I have already spent some time reading this book in US and taking notes, so hopefully it will make it easier to finish the review in time without getting too much sidetracked by details.

4. The HOW of Happiness A practical Guide to Getting the Life You Want

Sonja Lyubomirsky
Sphere, London, 2007, 373p

I have been waiting to get this book for some time, ever since I first came across the work of Dr Lyubomirsky in an article printed, of all places, in the Financial Times. I have since heard her speak several times on webcasts for people involved in the work in Positive Psychology or for the members of IAPP. Her conversation with Prof Ed Denier in October 2008 was really interesting so I checked her book at COOP and ordered it from Amazon on our return back home (sorry but economics of book buying and their weight means that however much I appreciate very special atmosphere of the Harvard COOP, we can not afford to buy all the books we determine we want to read there).

5. HAPPIER Can you learn to be happy

McGraw Hill, Maidenhead, UK, 2008, 207p.

I have heard about Tal Ben-Shahar and the popularity of his lectures to Harvard undergraduates first a couple of years ago. Then I heard him personally on BBC Start the Week program and listened to his podcast. A fascinating person and clearly someone with great ability to engage and communicate well. As I am interested in exploring how best to get the concepts of positive psychology transfered via school education to the secondary school kids it struck me as worthwhile acquisition. Another COOP find bought via Amazon in UK in November 2008.

What do ll these books have in common then? They are all in one way or another linked to my work interests. I have got them in the last two months. Oh, and the two books about Happiness have both yellow covers! Four books are paperbacks, only Reinventing Knowledge is a hardback.

* * * * * *
In the process of finding the sites to link with for each of the books above, I came across a really interesting site called The Page 99 Test with the subtitle “Open the book to page ninety-nine and read, and the quality of the whole will be revealed to you.” –Ford Madox Ford Definitely sounds intriguing and I will try it out in my reviews on the book whose search brought it up- Reinventing Knowledge. That way I should have two reviews for it.

What is this Year long Project about – First Idea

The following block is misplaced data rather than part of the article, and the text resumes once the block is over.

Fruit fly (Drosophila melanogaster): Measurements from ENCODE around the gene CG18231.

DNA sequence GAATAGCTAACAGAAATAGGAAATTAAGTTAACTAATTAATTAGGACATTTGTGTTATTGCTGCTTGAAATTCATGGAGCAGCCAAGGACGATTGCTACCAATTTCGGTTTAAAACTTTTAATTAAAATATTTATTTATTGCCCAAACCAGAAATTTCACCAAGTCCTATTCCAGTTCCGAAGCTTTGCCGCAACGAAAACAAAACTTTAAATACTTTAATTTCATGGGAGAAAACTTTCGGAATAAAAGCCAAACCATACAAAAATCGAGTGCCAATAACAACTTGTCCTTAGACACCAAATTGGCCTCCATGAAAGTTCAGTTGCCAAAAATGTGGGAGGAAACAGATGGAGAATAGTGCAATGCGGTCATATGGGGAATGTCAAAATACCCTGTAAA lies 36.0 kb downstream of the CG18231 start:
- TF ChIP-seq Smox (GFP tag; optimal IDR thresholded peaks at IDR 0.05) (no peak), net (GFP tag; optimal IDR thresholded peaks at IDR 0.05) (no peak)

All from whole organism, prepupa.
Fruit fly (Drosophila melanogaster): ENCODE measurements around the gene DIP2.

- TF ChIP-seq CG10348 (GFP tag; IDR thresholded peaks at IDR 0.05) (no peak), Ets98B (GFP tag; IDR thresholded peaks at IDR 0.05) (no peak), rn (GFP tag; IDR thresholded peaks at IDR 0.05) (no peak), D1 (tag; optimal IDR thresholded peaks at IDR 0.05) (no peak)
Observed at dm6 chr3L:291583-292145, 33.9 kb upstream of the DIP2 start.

25 Dec

As I went to bed last night- late again (2.30am) but not as late as recently- I could not get to sleep straight away. So, I thought about the Project and this blog.

The Idea that kept coming back is to catalogue- with my notes of quotes and comments- the books I have in my home library. That would be useful, fun and interesting. I would finally know what books I own. I could dispose of those that are of no consequence or past it. Given the real mix of books on my shelves and tables, this could be really unexpected bonus.

Now, for practicalities. First, if I am to cover ALL MY BOOKS, then reading would need to be fast and typing even faster. This means I will need to get my typing speed increased by an order of magnitude- hence get through Mavis Beacon typing course asap. Even at the rate of ONE BOOK A DAY I would only cover 365 books and there are more of them in the house. Plus, realistically, I will not manage that rate. So, I will go for 250 books capture over 2009 year. I do not know where she finds these challenges, but they look really a good idea- parcelling a big task into small and achievable chunks.

This commitment entails some choices. For the moment I have no idea what criteria to use. I can consider this later, once I have tried to see on a few examples how this task develops.

As a committed researcher, I am checking out existing Book Review Blogs. Sure to learn something useful. Becky’s Book Reviews has a great idea: setting up a number of challenges for the year. Her 2008 Challenges can be found here Another site that I like is a busy and varied Janice Harayda’s One minute book reviews which introduces a simple template for reviews. This is the one I will try in my first attempt (hope to get the author’s permission- generously granted in the comment below, thank you).

Wish me luck in this year long commitment. What I need is the support and reminder of why I am doing this.